- Consolidation amongst Chinese companies has driven M&A activity within Asia-Pacific (excl. Japan)’s Media sector, resulting in an alltime high H1 deal value, with 49 deals worth US$ 16.0bn announced. As a result, deal value reached its second largest half-year total on record following H2 2015 (US$ 19.3bn). Chinese domestic media dealmaking (24 deals, US$ 12.5bn) accounted for 78.4% of the total value, as companies seek to compete on the global stage. This deal value was heavily influenced by Wanda Cinema Line’s US$ 5.7bn acquisition of Wanda Media, allowing the company to expand its reach into the film production sector.
- President Abe’s election campaign, with its focus on boosting the economy, seems to be creating returns for Japanese dealmakers. With 195 deals worth US$ 30.7bn announced during H1 2016, Japan’s M&A deal value reached its largest H1 deal value since 2012 (US$ 40.4bn), increasing 67.8% compared to H1 2015. As a result, average deal size rose to US$ 251.6m, marking its highest since 2012 (US$ 328.1m).
- A surge in consolidation between Japanese companies is driving M&A activity, as businesses snap up the less efficient within a crowded market. During H1 2016, 175 domestic deals worth US$ 27.2bn represented a 93.4% increase by value compared to H1 2015 (US$ 14.0bn), despite accounting for 29 fewer deals. A surge in big-ticket deals has fuelled the rise, with six domestic deals over US$ 1bn recorded, compared to just three in H1 2015.
- Following an impressive 2015 for overseas deal activity, Japan’s outbound M&A has slowed during the first half of 2016, with 125 deals worth US$ 16.1bn dropping 70.7% by value compared to H1 2015 (US$ 55.1bn), its lowest half-year value since H1 2013 (US$ 12.8bn). The size of deals has shrunk dramatically, with just four outbound deals over US$ 1bn announced in H1 2016, compared to 14 during the same period in 2015.
- This drop in outbound activity has been felt most acutely within the Financial Services industry, which proved 2015’s most targeted sector by Japanese investors. In terms of Japan’s overseas M&A activity, the industry saw 27 deals worth US$ 34.8bn during 2015, marking its highest annual total on record. However a fall in activity was seen in H1 2016, with just US$ 1.3bn-worth of deals representing a substantial 92% drop in value compared to H1 2015, and its lowest half year value since H2 2009 (US$ 409m).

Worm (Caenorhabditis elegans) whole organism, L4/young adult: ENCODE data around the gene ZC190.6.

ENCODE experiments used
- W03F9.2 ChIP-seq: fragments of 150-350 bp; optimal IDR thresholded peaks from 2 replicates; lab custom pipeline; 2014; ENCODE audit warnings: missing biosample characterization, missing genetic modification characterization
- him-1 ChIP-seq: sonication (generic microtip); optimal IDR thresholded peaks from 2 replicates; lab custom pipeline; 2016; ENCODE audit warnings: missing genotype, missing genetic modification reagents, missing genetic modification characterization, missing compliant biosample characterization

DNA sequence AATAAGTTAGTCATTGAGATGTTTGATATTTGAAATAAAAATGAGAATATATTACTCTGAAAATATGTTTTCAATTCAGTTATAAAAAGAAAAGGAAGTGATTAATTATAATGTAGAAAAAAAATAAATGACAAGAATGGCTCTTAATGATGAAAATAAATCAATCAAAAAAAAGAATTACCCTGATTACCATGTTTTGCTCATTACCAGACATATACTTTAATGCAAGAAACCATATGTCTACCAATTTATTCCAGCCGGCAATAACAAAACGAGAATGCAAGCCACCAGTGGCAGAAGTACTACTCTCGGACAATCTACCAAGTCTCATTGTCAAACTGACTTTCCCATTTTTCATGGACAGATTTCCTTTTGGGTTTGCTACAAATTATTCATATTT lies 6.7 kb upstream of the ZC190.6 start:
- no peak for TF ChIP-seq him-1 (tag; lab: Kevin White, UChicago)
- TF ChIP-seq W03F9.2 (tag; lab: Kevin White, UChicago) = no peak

Africa & Middle Eastern M&A
- As a result of a few big-ticket deals, H1 deal value (174 deals, US$ 26.8bn) stormed 50.8% ahead of H1 2015 (244 deals, US$ 17.8bn), despite accounting for 70 fewer deals. The size of deals taking place within the region is increasing, with an average deal size of US$ 219.3m up compared to US$ 163.3m in 2015, reaching its highest value since 2013 (US$ 229.2m).
- Energy, Mining & Utilities M&A continues to feel the effects of volatile commodity prices seen over the past year. Despite China Molybdenum’s US$ 2.7bn acquisition of a 56% stake in Congo-based Tenke Fungurume Mining bolstering Chinese activity (three deals, US$ 4.0bn), an uptick in the number of deals has not been seen. With just 18 deals announced, deal volume within the sector saw its lowest H1 performance since 2003 (nine deals).
- As part of a global M&A strategy of picking up valuable assets abroad, Chinese dealmakers are investing in high valued transactions within the region. With seven deals worth US$ 4.5bn announced, H1 2016 has already overtaken 2015’s total annual value (US$ 1.9bn) by 139.2%. This surge in activity has overtaken all annual values since 2013 US$ 9.0bn), and stands just three deals away from 2015’s record-breaking total deal volume.
- M&A targeting the Consumer sector has gathered pace within the region, driven by M&A within the food sub-sector. During H1 2016, 16 deals worth US$ 10.4bn targeting the sub-sector has overtaken all annual deal values on record. According to Mergermarket intelligence, a change in eating habits, such as an increase in dining out and ordering takeaways, has led to a rapid expansion and a wave of M&A within the food industry.